An unprecedented diplomatic row has hardened between Paris and Canberra in the wake of a surprise deal for Australia to use US technology to build a new fleet of nuclear-powered submarines.
The announcement this week means Australia is walking away from a lucrative deal with French submarine makers.
In furious response, France has now taken its own "nuclear option".
The European power has decided to recall its ambassadors in Australia and the United States for consultations. In diplomatic terms, it has been labelled an "extraordinary step" between allies.
French foreign minister Jean-Yves Le Drian said in a statement that the rare decision taken by President Emmanuel Macron was made due to the seriousness of the event.
Mr Le Drian described Australia's sudden submarine about-face as "a stab in the back".
On Thursday, Australia said it would scrap the $90 billion (originally $55 billion) deal with France's Naval Group to build a fleet of conventional submarines and would instead build at least eight nuclear-powered submarines with US and UK tech after striking a trilateral security partnership.
While details remain scarce about how and when the US-designed subs will be built, the shock deal has sent ripples throughout the international community.
Can’t quite believe I’m writing this, but:
France is recalling its ambassador to the US and to Australia over submarine deal and #AUKUS agreement.
For such close allies, this is an extraordinary step
— Jon Sopel (@BBCJonSopel) September 17, 2021
Morrison declared the French deal on track just months ago
As recently as June, Mr Morrison declared the problem-plagued French deal back on track after meeting with French president during a trip to the G7.
"It was a very positive discussion. The contract is coming up to an important gate in the project,” Mr Morrison said just months ago.
“President Macron has been taking a very active role [in the project]. He and I have been discussing these issues for some time."
At the time, the French president called the deal "a pillar of our partnership and the relationship of confidence between our countries".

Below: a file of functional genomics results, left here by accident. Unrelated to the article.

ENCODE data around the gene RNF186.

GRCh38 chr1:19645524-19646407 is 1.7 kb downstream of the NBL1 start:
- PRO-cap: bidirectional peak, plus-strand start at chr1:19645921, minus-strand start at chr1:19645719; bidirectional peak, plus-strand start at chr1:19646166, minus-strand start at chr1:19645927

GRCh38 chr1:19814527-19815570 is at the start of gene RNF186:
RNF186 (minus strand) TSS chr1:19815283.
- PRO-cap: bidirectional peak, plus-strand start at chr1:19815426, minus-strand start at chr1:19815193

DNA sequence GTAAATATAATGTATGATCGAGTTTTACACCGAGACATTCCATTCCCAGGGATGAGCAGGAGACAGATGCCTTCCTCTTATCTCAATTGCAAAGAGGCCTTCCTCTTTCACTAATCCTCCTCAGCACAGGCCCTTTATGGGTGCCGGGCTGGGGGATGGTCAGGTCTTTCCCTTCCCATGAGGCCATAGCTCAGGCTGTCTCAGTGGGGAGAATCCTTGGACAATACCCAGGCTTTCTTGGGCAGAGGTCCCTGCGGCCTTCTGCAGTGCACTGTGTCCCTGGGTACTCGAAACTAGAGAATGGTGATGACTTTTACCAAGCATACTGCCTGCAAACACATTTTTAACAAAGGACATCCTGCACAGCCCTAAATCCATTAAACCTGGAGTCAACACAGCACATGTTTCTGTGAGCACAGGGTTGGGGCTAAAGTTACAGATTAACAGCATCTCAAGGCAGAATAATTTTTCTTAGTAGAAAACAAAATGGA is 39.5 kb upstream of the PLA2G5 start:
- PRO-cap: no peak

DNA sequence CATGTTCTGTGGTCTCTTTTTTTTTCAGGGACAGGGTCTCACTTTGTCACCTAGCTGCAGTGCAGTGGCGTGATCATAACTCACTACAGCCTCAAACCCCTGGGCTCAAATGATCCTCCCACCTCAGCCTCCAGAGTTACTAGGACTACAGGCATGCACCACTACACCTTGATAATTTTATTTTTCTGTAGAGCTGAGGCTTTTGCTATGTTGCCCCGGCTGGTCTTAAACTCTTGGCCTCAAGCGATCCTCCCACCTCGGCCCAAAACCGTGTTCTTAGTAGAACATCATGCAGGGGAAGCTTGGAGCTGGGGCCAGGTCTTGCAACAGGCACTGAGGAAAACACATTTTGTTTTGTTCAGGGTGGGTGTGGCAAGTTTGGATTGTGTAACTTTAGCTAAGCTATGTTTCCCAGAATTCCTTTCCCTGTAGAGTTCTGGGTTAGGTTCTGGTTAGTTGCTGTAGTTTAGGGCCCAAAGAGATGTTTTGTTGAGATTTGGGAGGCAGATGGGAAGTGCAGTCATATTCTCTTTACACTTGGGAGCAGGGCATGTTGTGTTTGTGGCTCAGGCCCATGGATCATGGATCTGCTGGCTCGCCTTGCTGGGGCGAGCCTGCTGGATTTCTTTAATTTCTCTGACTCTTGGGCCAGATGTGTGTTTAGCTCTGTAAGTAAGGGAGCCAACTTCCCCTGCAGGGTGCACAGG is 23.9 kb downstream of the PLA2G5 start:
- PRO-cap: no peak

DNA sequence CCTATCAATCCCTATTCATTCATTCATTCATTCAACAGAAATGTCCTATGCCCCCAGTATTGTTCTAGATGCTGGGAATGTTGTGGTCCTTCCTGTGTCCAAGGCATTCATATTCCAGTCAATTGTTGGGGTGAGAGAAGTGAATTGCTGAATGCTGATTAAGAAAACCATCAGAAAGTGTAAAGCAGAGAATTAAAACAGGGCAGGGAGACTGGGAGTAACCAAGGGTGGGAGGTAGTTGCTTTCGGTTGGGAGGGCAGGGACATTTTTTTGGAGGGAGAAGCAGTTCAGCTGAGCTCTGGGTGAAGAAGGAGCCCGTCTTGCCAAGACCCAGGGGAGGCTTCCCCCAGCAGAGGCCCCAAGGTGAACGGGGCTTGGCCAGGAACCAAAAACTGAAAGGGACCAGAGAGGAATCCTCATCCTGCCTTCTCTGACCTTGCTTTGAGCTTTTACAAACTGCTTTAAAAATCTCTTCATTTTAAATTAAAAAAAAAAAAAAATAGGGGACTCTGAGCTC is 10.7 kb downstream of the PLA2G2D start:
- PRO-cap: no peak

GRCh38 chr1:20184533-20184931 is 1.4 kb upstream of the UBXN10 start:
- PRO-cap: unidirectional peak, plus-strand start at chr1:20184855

In contrast to Mr Morrison's pronouncements in June, he told Sunrise on Friday morning his government had been "working on this [the US deal] for over 18 months".
France was reportedly notified of the move just hours before a joint press conference between Australia, the UK and US on Thursday.
French foreign minister Jean-Yves Le Drian told Politico: "We had established a trusting relationship with Australia, and this trust was betrayed.
"This brutal, unilateral, unpredictable decision looks very much like what Mr Trump used to do … Allies don’t do this to each other."
France is about to take over the presidency of the European Union, which on Thursday released its strategy for the Indo-Pacific, pledging to seek a trade deal with Taiwan and to deploy more ships to keep sea routes open.
Morrison defends diplomatic fallout
The Morrison government was either caught off guard by the strength and bitterness of the French reaction, or views it as worthwhile collateral damage.
When pressed on this by Yahoo News Australia on Saturday, the prime minister's office declined to comment.
Morrison earlier acknowledged the damage to Australia-France ties but insisted he had told French President Emmanuel Macron in June it could back out of the deal.
"I made it very clear, we had a lengthy dinner there in Paris, about our very significant concerns about the capabilities of conventional submarines to deal with the new strategic environment we're faced with," Mr Morrison told 5aa Radio.
France, however, has denied this saying there was "no way such an indication was given to us" that Australia would walk away from the deal when Mr Morrison met his French counterpart.
John Blaxland, a professor of International Security and Intelligence Studies at the ANU, says Australia should be looking to find a creative way to fix the damage done to our relationship with France.
"I think that we need to be looking to mend bridges with the French," he told ABC on Saturday.
"Now we owe them probably about $3 billion in penalties over this broken deal," he said, adding that perhaps Australia could lease the French submarines in the near term.
"We need the subs anyway. We won't get any new subs from the Brits and the Americans for at least two decades," he said.
"Let's do something creative and mend bridges with France. France is an enduring Pacific power, let's not forget."
Australia 'notes' ambassador recall 'with regret'
While Scott Morrison has not commented on the surprise move by France to recall its ambassador, Foreign Minister Marise Payne released the following statement:
"We note with regret France’s decision to recall its Ambassador to Australia for consultations following the decision on the Attack Class project.
"Australia understands France’s deep disappointment with our decision, which was taken in accordance with our clear and communicated national security interests.
"Australia values its relationship with France, which is an important partner and a vital contributor to stability, particularly in the Indo-Pacific. This will not change.
"We look forward to engaging with France again on our many issues of shared interest, based on shared values."
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